If anything, the past few days have taught me not to let my expectations shape my experiences and to let my unmet expectations become a lesson to appreciate that not everything is the way I want it to be. Every new place I will see this year will hold a contrast of things I love and things I don’t – some with more positives and some with more negatives – but it’s up to me to search for the good and forget about the bad. So with this in mind I set off to find the good.

Stop 5:
With my backpack strapped on tightly I got back on my scooter and set off for Seminyak. Driving through the dense rainforest in the centre of Bali, my route took me past Bali’s most famous waterfall, through the highlands of Bedugul and into the cold, misty clouds. The beauty of this tropical land struck me again as I drove through the crisp air between two towering volcanoes. An hour into the 2.5 hour trip I came across a town which once used to flaunt it’s panoramic views and luscious gardens, yet now only has abandoned buildings and overgrown reserves to show for itself. Perhaps the tourism is lacking. Where there is no money to be made, no money need be spent – a sad reality for this beautiful country. But onwards I went, through Denpasar, Kerebokan and eventually, Seminyak. I was so glad to be back.
These days, however, consisted of running back and forth to immigration to extend my visa, which, by the way, was only 5 days away from expiring. Another tip to add to my growing list: “Pro Travel Tip #2: Don’t leave extending your visa until 5 days before it runs out when it takes 10 days to process.”
Of course, theres always time for a party or two no matter how close your visa is to expiring, especially when its with 2 traveller friends I met in Ubud. What else is there to do?

 

Stop 6:
With a plan to leave Bali and head to Jogja in a few days time when my visa was ready to be collected, I booked my final nights in what became my most favoured hostel in Bali. Funky Monkey, you have won my heart over. After 4 nights in Seminyak, I headed further down south into the heart of it all – tourist central and buzzing 24/7 – Kuta. Most tourists come to Bali and never leave Kuta, and now that I’ve spent 4 nights here I can understand why. One surprising fact I have learned about myself is that I love being around people. When I’m travelling, those people I love being around happen to be fellow travellers. I’ve fallen in love with the backpacker culture and community; no matter where you end up there are always crazy, insane, cool people you meet. In Kuta there was no exception. The days were relaxed, the nights were insane and the atmosphere was perfect. The hostel I stayed in was the sort of hostel where you could jump in the pool and have a conversation with 20 different people in an afternoon. The vibe was chilled, the people were cool. The parties hectic. The first 3 nights at the hostel saw me tagging along with my roommates or the staff (yes, the staff partied too), joining them for a night at Bali’s craziest nightlife scenes. Let’s just say why wouldn’t you when you can pay Rp.100,000 ($10) and get an all you can eat western buffet dinner and a free-flow all you can drink until 9pm? Skygarden was the place to be. The nights were long and hectic, and there was never a night where I didn’t make a new friend or find someone to dance with when the DJ dropped a banger. Side note: Party with Germans. You’ll have fun. Bali doesn’t stop partying until the sun comes out, and the clubs are packed every night of the week. In Kuta, I went nocturnal.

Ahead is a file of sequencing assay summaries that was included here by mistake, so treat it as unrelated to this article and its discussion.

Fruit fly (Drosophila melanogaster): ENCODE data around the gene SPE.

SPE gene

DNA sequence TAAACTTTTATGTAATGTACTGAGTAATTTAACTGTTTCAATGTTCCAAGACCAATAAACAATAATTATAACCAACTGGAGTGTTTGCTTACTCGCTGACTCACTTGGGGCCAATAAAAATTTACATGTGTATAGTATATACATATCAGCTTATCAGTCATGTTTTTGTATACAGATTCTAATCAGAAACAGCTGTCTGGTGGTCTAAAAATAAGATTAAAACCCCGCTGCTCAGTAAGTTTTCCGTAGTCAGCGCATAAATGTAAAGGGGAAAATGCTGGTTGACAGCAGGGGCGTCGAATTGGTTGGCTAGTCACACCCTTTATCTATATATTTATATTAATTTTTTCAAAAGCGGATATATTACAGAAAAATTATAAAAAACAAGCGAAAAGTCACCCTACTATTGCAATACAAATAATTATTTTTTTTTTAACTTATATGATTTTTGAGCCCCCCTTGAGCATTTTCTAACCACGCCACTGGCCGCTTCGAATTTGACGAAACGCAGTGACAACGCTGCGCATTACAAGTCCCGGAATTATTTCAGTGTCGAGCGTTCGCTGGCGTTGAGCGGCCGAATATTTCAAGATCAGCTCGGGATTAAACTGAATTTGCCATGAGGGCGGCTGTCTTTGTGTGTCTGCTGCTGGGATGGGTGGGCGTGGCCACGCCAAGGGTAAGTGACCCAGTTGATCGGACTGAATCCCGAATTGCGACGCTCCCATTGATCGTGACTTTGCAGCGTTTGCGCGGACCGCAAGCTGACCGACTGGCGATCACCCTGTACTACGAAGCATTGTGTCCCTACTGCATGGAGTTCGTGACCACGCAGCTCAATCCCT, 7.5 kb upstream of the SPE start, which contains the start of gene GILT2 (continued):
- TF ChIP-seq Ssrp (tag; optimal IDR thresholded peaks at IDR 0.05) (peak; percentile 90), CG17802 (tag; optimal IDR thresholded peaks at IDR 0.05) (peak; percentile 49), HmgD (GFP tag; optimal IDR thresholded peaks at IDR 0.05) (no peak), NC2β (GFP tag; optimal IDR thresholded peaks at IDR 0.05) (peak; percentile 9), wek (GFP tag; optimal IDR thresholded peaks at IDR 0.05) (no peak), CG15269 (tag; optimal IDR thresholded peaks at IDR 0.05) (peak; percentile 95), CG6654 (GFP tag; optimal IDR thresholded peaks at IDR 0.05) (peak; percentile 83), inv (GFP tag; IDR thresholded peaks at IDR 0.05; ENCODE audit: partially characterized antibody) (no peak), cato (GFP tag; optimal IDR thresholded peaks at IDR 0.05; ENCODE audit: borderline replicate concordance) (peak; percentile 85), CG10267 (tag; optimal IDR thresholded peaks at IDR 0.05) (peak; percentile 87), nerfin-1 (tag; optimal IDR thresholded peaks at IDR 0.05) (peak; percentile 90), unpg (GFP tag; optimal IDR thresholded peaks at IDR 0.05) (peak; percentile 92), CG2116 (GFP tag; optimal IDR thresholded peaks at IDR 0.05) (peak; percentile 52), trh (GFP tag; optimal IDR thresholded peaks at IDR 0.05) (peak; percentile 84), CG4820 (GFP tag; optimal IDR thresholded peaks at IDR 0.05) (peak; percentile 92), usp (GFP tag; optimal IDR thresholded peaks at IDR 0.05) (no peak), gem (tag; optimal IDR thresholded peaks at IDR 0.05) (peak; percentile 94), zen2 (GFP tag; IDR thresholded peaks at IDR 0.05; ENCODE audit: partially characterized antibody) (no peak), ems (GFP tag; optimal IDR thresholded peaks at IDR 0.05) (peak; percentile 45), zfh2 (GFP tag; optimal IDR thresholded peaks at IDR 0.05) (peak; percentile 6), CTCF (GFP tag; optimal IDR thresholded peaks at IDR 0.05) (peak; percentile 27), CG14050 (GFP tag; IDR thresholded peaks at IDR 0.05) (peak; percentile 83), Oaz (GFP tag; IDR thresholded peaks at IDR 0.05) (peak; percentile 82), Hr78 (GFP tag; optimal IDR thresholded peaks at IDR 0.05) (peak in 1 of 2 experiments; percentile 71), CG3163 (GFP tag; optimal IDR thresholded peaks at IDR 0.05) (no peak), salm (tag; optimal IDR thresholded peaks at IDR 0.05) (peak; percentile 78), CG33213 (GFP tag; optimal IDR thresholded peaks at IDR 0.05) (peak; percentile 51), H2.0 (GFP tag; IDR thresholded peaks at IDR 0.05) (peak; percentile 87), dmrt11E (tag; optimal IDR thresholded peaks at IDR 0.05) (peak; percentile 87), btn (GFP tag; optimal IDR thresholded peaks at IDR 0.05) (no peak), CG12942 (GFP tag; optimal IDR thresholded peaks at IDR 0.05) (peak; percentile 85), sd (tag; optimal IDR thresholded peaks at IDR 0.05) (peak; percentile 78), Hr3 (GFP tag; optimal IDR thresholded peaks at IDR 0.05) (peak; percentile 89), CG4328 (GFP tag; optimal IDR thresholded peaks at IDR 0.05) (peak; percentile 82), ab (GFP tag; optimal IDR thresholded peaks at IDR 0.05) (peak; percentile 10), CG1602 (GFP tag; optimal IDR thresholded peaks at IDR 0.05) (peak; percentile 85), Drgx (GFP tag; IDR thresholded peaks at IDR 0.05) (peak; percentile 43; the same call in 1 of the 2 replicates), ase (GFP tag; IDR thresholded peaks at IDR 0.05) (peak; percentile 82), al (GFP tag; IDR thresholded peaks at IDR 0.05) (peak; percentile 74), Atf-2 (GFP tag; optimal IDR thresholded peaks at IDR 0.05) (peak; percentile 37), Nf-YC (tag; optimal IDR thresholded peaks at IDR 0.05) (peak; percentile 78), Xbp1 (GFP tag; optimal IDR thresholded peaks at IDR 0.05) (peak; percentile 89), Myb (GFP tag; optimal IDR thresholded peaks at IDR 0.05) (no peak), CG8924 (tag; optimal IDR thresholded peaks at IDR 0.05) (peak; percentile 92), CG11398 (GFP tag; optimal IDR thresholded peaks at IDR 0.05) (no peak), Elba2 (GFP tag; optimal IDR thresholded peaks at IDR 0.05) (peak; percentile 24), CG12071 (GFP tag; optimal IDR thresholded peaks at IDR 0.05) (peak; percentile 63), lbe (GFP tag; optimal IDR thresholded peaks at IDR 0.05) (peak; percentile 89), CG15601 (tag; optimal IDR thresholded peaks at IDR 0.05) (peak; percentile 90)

Continued.

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